Millions of people (unfortunately, not an exaggeration) are wondering what many Corporette® readers are also wondering: how to protect their credit after the Equifax data breach. On September 7, Equifax revealed that hackers may have exposed Social Security numbers, credit card numbers, birthdates, addresses, driver’s license numbers, website security questions/answers, etc., for up to 143 million people — a “breath-taking amount of highly sensitive data [handed] over to criminals,” as Ars Technica put it.
We’ve seen some contradictory information online — and the sheer amount of advice out there is overwhelming — so we thought we’d round up some expert advice in a post. Readers, what steps have you taken to protect your credit after the breach? Have you used any services or had any success in freezing your credit? If you’ve written to government officials about changing the laws, share your script!
Here are the latest recommendations for how to protect your credit:
1. Visit www.equifaxsecurity2017.com to check if you’re at risk. Since announcing the site, Equifax has clarified that checking your status (and enrolling in TrustedID Premier, its free credit file monitoring and identity theft protection service), “does not waive any rights to take legal action.” So, after clicking on “Potential Impact,” enter your last name and the last six digits of your SSN. From there, you’ll get information on enrolling, including the date you can register. (You must do so by November 21). You won’t need to enter your credit card number, so you don’t have to worry about automatically being charged for the following year’s fee once the free year is up.
Note: Checking your status may not be as useful as it seems. ZDNet and Krebs on Security, among other outlets, have reported that people have entered fake information and still gotten an answer, while others have received different answers on various tries, or on a smartphone vs. a computer. I also felt nervous entering six (not just four) digits of my SSN on Equifax’s site, but my SSN is probably already out there, so there’s that.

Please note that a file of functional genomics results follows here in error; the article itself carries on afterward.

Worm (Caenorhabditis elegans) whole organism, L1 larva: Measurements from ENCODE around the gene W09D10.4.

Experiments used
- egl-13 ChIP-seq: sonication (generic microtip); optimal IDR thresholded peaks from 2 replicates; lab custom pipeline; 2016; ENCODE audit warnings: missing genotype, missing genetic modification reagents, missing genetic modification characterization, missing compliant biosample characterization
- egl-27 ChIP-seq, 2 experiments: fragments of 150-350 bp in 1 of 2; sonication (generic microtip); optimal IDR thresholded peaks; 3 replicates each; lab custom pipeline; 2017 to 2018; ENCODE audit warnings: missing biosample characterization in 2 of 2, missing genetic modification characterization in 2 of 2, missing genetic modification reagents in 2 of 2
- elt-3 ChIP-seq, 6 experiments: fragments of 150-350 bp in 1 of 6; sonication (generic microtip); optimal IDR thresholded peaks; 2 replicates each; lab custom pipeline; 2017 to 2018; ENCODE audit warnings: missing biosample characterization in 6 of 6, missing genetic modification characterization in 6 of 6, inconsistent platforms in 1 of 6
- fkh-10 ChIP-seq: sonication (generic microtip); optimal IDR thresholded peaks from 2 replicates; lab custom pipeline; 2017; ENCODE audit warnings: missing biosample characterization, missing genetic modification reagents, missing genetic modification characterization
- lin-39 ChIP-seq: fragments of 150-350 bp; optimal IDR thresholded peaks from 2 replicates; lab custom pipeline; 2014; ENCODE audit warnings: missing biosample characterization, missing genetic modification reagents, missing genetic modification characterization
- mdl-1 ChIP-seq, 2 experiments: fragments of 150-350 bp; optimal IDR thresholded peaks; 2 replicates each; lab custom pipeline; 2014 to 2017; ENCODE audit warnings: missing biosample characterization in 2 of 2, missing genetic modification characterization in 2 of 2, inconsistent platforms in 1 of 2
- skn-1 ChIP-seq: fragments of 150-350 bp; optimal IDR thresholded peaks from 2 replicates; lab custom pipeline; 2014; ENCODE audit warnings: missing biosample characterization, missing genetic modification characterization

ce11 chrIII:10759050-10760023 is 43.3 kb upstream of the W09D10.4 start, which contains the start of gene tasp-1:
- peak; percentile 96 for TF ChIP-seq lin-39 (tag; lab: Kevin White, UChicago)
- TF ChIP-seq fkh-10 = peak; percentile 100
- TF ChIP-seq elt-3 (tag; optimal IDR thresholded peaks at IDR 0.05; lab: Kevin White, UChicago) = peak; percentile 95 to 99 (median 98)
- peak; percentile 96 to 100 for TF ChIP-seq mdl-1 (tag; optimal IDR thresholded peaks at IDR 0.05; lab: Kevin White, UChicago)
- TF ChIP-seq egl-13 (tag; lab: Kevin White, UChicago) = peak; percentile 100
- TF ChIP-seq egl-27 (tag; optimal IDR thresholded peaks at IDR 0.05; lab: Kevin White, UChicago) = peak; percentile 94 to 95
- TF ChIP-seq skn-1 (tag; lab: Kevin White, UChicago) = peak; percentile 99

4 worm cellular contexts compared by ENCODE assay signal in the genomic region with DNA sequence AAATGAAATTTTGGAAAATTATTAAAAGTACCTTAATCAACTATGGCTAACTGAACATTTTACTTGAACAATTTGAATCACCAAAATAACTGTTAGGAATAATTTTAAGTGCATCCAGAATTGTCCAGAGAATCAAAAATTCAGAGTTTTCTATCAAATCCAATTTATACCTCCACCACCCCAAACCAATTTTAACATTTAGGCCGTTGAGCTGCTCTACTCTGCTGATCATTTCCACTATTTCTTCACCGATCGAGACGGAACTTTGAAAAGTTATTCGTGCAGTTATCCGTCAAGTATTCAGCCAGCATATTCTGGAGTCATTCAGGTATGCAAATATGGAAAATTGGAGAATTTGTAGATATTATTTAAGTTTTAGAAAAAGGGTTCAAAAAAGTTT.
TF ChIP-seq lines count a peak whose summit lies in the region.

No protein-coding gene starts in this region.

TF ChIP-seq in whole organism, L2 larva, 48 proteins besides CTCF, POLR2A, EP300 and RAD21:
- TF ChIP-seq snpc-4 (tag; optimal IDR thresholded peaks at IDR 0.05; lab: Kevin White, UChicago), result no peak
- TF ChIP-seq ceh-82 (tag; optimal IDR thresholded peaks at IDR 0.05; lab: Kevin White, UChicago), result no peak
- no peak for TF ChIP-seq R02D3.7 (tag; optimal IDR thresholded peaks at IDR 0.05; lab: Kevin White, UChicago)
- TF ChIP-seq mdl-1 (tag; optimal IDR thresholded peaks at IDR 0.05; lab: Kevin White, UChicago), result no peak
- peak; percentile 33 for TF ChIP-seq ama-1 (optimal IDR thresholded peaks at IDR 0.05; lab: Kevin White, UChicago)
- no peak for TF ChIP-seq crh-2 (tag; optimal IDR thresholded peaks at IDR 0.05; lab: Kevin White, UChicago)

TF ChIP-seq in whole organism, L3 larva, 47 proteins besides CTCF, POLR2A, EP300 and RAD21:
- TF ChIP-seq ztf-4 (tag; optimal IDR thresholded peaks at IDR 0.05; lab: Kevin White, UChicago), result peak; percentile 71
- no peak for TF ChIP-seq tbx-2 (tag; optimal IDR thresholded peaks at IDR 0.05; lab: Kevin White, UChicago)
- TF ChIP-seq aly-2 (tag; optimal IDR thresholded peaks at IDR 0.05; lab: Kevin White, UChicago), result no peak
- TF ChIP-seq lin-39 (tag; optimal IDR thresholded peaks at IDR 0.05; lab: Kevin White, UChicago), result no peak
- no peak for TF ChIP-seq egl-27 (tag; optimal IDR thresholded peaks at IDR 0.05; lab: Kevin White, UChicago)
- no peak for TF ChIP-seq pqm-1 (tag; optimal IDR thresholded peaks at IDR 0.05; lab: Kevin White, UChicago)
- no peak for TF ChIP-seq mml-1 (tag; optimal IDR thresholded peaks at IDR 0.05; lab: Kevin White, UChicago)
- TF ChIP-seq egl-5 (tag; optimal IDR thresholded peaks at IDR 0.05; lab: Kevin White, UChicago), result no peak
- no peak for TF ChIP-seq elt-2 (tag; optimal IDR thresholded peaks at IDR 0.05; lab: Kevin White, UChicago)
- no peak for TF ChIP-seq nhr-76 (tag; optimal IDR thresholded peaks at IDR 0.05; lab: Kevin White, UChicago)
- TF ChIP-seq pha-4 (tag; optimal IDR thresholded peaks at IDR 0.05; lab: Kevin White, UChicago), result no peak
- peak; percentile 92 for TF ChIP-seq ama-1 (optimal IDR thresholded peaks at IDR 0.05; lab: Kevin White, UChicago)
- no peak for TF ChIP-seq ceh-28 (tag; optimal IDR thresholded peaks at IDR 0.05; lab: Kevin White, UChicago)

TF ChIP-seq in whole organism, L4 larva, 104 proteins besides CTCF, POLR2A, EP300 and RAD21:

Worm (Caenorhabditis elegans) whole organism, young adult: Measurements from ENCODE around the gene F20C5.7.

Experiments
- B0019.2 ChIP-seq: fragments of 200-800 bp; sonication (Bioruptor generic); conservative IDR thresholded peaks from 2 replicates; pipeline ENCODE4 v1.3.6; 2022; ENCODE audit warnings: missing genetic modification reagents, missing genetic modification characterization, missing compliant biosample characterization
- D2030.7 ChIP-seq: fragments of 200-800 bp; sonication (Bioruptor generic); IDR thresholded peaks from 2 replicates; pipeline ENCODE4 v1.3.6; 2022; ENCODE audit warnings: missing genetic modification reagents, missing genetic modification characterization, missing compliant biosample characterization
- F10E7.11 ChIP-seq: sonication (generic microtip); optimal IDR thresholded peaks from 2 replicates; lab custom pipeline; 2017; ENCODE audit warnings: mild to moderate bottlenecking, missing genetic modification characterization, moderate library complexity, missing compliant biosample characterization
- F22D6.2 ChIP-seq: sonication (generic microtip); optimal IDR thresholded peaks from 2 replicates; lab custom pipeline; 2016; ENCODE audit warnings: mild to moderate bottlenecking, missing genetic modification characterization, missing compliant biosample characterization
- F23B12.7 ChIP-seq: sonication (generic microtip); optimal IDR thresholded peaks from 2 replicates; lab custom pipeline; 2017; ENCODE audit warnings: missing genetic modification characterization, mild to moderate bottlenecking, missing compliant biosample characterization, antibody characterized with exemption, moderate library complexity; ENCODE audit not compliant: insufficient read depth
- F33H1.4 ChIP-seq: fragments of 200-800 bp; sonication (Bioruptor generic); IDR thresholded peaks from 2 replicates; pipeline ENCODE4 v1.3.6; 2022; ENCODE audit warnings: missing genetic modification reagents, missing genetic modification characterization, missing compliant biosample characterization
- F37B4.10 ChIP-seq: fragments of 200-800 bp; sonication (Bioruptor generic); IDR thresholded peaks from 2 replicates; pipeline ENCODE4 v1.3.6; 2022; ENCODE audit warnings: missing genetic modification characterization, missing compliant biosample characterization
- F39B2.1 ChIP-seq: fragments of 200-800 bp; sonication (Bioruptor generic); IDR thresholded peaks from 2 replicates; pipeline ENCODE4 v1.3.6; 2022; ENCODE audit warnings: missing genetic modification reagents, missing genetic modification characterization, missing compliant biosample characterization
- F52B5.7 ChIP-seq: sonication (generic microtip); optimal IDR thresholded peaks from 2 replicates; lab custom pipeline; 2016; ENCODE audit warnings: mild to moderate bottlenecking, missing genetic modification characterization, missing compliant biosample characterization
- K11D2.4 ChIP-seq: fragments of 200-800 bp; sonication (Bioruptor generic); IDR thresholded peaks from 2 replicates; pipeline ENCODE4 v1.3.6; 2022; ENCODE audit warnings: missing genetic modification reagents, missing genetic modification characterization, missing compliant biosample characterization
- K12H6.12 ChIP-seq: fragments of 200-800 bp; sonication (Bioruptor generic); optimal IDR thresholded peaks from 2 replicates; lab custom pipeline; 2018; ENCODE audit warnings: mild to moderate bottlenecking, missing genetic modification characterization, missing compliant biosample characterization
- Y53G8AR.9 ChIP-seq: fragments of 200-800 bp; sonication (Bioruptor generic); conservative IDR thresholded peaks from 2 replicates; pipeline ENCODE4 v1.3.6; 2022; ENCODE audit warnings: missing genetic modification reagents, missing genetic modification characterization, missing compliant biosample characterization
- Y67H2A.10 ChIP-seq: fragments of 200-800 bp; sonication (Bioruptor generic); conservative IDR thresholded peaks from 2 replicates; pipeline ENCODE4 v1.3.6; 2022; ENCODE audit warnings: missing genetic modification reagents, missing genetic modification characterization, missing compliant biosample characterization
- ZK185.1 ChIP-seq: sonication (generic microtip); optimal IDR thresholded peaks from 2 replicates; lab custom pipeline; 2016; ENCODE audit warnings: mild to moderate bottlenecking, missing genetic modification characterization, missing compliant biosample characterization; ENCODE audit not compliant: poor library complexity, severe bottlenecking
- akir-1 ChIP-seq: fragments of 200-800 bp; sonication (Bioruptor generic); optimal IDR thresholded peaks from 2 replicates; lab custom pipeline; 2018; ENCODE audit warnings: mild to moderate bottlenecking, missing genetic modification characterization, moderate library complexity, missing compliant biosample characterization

That said, in case you’re interested in Equifax’s TrustedID service, here’s what it does:
- Gives you copies of your Equifax credit report.
- Provides monitoring of your Equifax, Experian, and TransUnion credit reports.
- Allows you to lock lenders’ access to your Equifax credit report. (When you want to apply for new credit, it may take 24–48 hours for Equifax to unlock it.)
- Scans the internet for your Social Security number.
- Provides identity theft insurance.
Of course, you might stop to consider whether you feel comfortable trusting Equifax with these responsibilities, considering the massive breach that took place on their watch…
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2. Freeze your credit through the three credit reporting bureaus. (The New York Times also suggested freezing your credit with Innovis.) A credit freeze doesn’t stop someone from charging anything to your existing accounts, but it does make it more difficult for anyone to use your name to open new accounts. Freezing your credit prevents third parties from accessing your credit file (unless it’s a company you already do business with, such as your mortgage lender) until you remove the freeze, either temporarily or permanently.